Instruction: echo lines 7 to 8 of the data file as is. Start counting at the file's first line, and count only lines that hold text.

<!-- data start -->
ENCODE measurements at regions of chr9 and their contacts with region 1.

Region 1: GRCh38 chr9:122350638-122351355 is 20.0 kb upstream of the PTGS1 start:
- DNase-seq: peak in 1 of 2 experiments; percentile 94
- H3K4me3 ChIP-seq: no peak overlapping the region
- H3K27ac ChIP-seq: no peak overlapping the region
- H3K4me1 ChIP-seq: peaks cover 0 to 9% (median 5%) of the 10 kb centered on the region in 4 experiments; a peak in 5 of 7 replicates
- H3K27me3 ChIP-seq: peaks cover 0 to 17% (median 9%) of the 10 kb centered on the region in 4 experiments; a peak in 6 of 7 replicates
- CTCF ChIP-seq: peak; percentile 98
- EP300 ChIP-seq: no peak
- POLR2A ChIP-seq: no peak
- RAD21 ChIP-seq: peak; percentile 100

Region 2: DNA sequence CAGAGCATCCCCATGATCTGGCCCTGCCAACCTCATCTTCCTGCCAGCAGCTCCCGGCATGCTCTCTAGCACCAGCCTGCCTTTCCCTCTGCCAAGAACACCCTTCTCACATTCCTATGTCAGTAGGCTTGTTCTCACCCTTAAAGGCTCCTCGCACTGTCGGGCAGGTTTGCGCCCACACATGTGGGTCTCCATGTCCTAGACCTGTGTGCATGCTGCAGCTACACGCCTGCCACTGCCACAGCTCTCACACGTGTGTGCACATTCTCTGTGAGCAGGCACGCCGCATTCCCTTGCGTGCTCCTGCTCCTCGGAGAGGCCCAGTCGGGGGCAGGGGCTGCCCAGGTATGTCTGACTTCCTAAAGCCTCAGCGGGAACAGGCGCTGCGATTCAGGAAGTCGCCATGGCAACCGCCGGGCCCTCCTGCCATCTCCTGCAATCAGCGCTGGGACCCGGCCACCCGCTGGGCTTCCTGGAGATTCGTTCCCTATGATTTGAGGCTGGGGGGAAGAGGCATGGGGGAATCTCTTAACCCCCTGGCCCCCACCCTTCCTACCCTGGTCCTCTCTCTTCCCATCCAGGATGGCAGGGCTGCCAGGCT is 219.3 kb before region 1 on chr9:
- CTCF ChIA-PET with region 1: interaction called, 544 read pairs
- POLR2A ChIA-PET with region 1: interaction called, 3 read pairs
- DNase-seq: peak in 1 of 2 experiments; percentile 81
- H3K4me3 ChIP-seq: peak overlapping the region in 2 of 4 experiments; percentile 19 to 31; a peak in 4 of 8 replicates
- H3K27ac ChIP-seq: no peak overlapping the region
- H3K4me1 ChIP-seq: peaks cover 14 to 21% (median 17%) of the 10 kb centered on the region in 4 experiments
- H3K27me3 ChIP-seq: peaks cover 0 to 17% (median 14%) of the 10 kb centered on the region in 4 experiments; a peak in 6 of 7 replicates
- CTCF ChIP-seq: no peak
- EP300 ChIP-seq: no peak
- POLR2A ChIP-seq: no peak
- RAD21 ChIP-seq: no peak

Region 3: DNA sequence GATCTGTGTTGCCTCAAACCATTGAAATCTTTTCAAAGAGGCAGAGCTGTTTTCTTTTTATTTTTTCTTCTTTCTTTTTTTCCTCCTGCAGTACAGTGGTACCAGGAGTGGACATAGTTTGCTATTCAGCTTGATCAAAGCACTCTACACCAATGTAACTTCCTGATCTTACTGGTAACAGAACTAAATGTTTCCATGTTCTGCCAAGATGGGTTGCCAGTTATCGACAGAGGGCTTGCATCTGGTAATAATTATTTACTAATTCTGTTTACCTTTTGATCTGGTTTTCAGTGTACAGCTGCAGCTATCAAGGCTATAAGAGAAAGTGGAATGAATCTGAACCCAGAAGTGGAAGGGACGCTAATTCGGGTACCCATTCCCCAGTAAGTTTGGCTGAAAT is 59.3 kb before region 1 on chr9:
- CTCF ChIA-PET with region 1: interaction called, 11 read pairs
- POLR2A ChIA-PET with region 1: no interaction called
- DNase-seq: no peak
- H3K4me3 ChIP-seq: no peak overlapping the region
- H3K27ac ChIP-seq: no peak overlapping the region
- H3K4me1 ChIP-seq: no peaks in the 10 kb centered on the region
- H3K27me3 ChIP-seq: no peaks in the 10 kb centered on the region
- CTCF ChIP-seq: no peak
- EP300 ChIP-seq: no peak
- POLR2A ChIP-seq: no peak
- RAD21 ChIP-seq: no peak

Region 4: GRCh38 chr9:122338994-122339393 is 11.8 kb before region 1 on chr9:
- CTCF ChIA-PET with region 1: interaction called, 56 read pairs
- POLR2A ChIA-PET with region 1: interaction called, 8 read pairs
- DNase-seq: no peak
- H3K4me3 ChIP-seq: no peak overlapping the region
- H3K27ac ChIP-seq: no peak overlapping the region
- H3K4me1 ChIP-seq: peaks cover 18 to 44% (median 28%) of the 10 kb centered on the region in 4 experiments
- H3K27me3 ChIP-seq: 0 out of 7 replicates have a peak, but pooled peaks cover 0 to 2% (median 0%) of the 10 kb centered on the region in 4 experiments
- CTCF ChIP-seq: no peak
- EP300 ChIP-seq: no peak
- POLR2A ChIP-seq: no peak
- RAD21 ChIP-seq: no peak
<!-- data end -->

- H3K27me3 ChIP-seq: peaks cover 0 to 17% (median 9%) of the 10 kb centered on the region in 4 experiments; a peak in 6 of 7 replicates
- CTCF ChIP-seq: peak; percentile 98